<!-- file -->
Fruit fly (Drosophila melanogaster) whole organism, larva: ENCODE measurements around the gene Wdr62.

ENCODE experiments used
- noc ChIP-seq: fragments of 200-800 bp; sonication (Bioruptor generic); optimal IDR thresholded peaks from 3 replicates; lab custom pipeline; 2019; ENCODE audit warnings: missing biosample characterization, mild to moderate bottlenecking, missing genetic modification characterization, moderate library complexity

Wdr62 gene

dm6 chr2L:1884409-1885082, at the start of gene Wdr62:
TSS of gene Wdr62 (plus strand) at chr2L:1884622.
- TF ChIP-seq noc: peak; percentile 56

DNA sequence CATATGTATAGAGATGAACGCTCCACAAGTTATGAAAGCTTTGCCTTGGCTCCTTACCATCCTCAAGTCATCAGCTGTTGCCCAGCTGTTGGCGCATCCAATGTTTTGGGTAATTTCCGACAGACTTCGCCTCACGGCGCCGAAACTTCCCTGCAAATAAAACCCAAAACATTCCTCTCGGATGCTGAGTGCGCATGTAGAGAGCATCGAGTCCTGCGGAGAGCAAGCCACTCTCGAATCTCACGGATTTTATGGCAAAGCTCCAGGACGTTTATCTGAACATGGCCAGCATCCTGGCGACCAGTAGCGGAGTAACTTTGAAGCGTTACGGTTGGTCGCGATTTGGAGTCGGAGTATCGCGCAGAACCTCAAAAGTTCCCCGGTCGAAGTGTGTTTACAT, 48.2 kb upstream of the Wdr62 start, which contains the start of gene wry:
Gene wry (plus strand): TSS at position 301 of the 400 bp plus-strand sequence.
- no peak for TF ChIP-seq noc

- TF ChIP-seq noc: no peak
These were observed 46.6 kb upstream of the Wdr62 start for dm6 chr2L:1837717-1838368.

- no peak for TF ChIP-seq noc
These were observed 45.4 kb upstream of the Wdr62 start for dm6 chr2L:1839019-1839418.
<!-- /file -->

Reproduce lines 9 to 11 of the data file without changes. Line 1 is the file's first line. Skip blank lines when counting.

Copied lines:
Gene wry (plus strand): TSS at position 301 of the 400 bp plus-strand sequence.
- no peak for TF ChIP-seq noc

- TF ChIP-seq noc: no peak